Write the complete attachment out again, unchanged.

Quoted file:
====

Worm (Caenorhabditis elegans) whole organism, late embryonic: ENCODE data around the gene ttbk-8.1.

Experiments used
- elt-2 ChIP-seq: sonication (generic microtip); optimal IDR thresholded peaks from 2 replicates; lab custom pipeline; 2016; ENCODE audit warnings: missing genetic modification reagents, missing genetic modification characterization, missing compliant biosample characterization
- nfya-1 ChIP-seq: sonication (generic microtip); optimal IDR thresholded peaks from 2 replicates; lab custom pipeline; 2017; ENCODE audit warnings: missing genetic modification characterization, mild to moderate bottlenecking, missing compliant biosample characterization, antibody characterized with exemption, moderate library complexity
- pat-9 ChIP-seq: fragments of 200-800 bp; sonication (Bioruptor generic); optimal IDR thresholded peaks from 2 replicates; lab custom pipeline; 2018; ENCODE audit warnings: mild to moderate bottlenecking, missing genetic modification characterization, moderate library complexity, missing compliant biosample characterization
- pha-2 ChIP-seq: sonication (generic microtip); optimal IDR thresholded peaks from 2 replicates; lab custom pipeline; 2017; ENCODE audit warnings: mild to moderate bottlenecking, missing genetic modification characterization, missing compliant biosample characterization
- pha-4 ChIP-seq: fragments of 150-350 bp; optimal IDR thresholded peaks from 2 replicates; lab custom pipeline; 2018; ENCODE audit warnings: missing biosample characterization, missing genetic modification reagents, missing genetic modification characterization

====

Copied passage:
Worm (Caenorhabditis elegans) whole organism, late embryonic: ENCODE data around the gene ttbk-8.1.

Experiments used
- elt-2 ChIP-seq: sonication (generic microtip); optimal IDR thresholded peaks from 2 replicates; lab custom pipeline; 2016; ENCODE audit warnings: missing genetic modification reagents, missing genetic modification characterization, missing compliant biosample characterization
- nfya-1 ChIP-seq: sonication (generic microtip); optimal IDR thresholded peaks from 2 replicates; lab custom pipeline; 2017; ENCODE audit warnings: missing genetic modification characterization, mild to moderate bottlenecking, missing compliant biosample characterization, antibody characterized with exemption, moderate library complexity
- pat-9 ChIP-seq: fragments of 200-800 bp; sonication (Bioruptor generic); optimal IDR thresholded peaks from 2 replicates; lab custom pipeline; 2018; ENCODE audit warnings: mild to moderate bottlenecking, missing genetic modification characterization, moderate library complexity, missing compliant biosample characterization
- pha-2 ChIP-seq: sonication (generic microtip); optimal IDR thresholded peaks from 2 replicates; lab custom pipeline; 2017; ENCODE audit warnings: mild to moderate bottlenecking, missing genetic modification characterization, missing compliant biosample characterization
- pha-4 ChIP-seq: fragments of 150-350 bp; optimal IDR thresholded peaks from 2 replicates; lab custom pipeline; 2018; ENCODE audit warnings: missing biosample characterization, missing genetic modification reagents, missing genetic modification characterization